Sony first-half net profit doubles, forecast revised up

·2-min read
Japan's Sony has reported that its net profit doubled in the April-September period
Japan's Sony has reported that its net profit doubled in the April-September period

Japan's Sony on Wednesday reported net profit doubled in the April-September period and revised up its full-year net profit forecast, citing growth in key sectors -- including gaming -- and financial factors.

The results beat analyst expectations, and came as the tech giant gearing up to launch its much-anticipated PlayStation 5 console next month, setting up a holiday season head-to-head with the new Xbox.

The gaming sector has been one of the few beneficiaries of the coronavirus pandemic, with people around the world forced indoors by lockdowns increasingly turning to gaming, with title downloads and streaming soaring.

Sony said net profit soared 103.8 percent to 692.89 billion yen ($6.65 billion) for the first half, and forecast annual net profits of 800 billion yen, up from an earlier 510 billion yen forecast.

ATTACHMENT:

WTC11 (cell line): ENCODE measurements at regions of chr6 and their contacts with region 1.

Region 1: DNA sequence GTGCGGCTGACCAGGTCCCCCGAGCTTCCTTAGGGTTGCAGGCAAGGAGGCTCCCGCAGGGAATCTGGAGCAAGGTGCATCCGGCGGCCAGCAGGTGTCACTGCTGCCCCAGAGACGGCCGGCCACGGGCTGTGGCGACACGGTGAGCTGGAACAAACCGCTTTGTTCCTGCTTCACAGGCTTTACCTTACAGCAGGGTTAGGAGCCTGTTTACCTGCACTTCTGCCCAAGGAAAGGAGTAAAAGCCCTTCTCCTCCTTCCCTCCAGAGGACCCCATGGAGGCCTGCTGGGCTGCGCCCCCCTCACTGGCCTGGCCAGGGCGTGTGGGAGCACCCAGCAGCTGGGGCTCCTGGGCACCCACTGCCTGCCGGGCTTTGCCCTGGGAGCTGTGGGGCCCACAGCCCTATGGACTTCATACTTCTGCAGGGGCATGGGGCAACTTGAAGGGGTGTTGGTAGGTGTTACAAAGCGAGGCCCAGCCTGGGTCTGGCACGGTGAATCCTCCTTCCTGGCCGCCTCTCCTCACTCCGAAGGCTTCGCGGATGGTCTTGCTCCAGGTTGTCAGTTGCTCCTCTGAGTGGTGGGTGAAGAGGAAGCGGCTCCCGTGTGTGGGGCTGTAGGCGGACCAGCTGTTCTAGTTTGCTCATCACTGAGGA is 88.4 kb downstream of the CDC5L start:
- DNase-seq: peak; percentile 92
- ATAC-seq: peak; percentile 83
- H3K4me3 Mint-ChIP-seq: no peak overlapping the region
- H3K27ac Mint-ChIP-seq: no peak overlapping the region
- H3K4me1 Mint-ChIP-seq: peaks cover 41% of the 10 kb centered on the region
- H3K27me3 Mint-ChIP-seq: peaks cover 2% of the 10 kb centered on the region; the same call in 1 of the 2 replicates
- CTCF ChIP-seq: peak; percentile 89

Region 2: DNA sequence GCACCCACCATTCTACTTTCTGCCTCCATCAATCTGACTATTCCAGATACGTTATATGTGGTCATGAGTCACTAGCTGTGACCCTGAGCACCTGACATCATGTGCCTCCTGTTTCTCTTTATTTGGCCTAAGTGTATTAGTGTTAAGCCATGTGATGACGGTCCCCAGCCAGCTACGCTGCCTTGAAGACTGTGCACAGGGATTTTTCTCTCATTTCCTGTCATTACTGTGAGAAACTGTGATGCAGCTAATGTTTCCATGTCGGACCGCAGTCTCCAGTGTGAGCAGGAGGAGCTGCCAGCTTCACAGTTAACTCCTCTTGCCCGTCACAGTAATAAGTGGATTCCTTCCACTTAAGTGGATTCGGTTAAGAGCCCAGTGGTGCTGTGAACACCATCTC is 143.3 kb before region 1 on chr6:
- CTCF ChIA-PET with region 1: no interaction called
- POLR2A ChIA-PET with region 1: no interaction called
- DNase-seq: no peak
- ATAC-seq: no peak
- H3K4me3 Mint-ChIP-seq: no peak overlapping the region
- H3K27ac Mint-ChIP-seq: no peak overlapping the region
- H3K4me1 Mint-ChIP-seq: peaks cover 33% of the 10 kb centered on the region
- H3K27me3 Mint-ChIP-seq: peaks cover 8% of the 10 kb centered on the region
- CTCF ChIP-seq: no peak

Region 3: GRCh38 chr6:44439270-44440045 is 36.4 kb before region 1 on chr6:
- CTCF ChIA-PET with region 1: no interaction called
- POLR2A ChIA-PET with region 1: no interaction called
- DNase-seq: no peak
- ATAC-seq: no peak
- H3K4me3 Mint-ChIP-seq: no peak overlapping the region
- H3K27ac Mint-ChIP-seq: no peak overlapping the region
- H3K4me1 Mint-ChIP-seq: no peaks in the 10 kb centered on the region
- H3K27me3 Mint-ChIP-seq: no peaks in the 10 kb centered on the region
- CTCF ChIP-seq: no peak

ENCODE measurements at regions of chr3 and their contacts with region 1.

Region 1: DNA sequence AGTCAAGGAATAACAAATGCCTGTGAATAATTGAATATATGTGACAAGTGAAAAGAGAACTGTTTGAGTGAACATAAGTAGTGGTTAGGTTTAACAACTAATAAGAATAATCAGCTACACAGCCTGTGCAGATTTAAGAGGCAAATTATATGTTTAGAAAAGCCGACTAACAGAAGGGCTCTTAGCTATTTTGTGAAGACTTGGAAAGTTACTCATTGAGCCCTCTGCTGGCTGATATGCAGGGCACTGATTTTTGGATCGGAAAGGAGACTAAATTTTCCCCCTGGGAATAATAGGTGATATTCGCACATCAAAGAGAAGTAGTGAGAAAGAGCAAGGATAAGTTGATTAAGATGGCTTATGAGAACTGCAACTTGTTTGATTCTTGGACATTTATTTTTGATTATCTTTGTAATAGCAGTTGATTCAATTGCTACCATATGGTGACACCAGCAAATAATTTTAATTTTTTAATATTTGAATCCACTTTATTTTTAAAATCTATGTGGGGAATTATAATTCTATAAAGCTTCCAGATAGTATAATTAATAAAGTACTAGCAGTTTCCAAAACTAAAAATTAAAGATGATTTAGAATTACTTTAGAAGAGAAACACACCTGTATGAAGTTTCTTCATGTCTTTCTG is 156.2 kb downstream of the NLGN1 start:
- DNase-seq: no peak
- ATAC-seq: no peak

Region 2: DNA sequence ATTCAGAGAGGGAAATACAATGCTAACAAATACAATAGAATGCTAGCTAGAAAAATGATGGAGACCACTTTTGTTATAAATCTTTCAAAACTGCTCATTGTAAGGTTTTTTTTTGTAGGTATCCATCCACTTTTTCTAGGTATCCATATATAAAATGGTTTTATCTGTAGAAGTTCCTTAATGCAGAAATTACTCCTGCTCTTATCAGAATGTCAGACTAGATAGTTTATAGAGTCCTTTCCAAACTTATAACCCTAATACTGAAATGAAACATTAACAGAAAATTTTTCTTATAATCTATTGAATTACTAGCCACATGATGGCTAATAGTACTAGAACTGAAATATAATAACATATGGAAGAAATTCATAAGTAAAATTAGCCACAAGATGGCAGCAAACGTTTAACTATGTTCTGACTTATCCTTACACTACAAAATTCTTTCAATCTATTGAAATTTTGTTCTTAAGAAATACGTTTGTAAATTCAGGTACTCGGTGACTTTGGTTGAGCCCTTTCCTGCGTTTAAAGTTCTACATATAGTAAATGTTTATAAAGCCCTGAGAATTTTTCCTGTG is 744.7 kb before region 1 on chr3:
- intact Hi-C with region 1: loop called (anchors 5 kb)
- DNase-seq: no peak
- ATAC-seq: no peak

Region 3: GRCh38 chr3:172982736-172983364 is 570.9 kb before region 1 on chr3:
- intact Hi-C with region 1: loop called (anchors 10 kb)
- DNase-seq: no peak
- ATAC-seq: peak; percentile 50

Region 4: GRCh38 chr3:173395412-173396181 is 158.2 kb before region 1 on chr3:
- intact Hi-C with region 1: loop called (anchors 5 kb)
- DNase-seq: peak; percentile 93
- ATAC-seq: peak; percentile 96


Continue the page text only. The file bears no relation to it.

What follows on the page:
The first-half results were due in part to financial factors, including positive tax benefits, but also reflected a strong performance in games and network services, music streaming and financial services.

The strong performances in the games and music sectors also drove the upwards revision in the full-year net profit forecast, with Sony saying it was seeing "higher-than-expected sales of games software, primarily add-on content" and an increase in music streaming revenues.

But it was not all good news, with the firm's movie unit continuing to struggle as the pandemic keeps theatres around the world shuttered and delays new releases.

The image and sensing unit was another loser, with decreasing sales of sensors for mobile products only partially offset by an increase in sales of sensors for digital cameras.

Analysts said the pandemic was having a varied effect across the different segments that make up Sony's business.

"Sony enjoyed lockdown-related demand for video games in the first half. But the negative impact of the pandemic on its movie businesses was quite big and will remain sizable for the second half," said Hideki Yasuda, an analyst at Ace Research Institute in Tokyo.

"The impact of the coronavirus on Sony's entire business was smaller than expected but is still weighing on Sony's earnings."

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